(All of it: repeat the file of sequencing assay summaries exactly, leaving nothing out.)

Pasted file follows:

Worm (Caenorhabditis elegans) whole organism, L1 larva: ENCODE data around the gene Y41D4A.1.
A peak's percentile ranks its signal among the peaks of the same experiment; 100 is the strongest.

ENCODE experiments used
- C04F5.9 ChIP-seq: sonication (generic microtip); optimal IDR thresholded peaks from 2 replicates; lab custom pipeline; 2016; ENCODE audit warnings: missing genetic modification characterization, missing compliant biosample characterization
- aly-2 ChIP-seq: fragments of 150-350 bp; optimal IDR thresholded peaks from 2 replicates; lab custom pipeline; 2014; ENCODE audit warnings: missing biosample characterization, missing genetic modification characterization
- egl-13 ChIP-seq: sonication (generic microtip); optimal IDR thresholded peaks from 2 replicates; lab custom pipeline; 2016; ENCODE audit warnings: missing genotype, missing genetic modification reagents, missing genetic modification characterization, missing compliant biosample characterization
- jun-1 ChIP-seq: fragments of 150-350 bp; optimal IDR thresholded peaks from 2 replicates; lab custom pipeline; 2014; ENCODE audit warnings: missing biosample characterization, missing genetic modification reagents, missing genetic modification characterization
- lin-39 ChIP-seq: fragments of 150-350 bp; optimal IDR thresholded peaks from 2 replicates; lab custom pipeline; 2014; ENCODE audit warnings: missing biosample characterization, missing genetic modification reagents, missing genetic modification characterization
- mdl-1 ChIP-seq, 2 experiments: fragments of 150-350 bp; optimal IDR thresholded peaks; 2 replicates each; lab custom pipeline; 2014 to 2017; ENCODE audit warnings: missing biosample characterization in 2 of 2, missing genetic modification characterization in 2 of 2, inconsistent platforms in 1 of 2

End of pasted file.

Worm (Caenorhabditis elegans) whole organism, L1 larva: ENCODE data around the gene Y41D4A.1.
A peak's percentile ranks its signal among the peaks of the same experiment; 100 is the strongest.

ENCODE experiments used
- C04F5.9 ChIP-seq: sonication (generic microtip); optimal IDR thresholded peaks from 2 replicates; lab custom pipeline; 2016; ENCODE audit warnings: missing genetic modification characterization, missing compliant biosample characterization
- aly-2 ChIP-seq: fragments of 150-350 bp; optimal IDR thresholded peaks from 2 replicates; lab custom pipeline; 2014; ENCODE audit warnings: missing biosample characterization, missing genetic modification characterization
- egl-13 ChIP-seq: sonication (generic microtip); optimal IDR thresholded peaks from 2 replicates; lab custom pipeline; 2016; ENCODE audit warnings: missing genotype, missing genetic modification reagents, missing genetic modification characterization, missing compliant biosample characterization
- jun-1 ChIP-seq: fragments of 150-350 bp; optimal IDR thresholded peaks from 2 replicates; lab custom pipeline; 2014; ENCODE audit warnings: missing biosample characterization, missing genetic modification reagents, missing genetic modification characterization
- lin-39 ChIP-seq: fragments of 150-350 bp; optimal IDR thresholded peaks from 2 replicates; lab custom pipeline; 2014; ENCODE audit warnings: missing biosample characterization, missing genetic modification reagents, missing genetic modification characterization
- mdl-1 ChIP-seq, 2 experiments: fragments of 150-350 bp; optimal IDR thresholded peaks; 2 replicates each; lab custom pipeline; 2014 to 2017; ENCODE audit warnings: missing biosample characterization in 2 of 2, missing genetic modification characterization in 2 of 2, inconsistent platforms in 1 of 2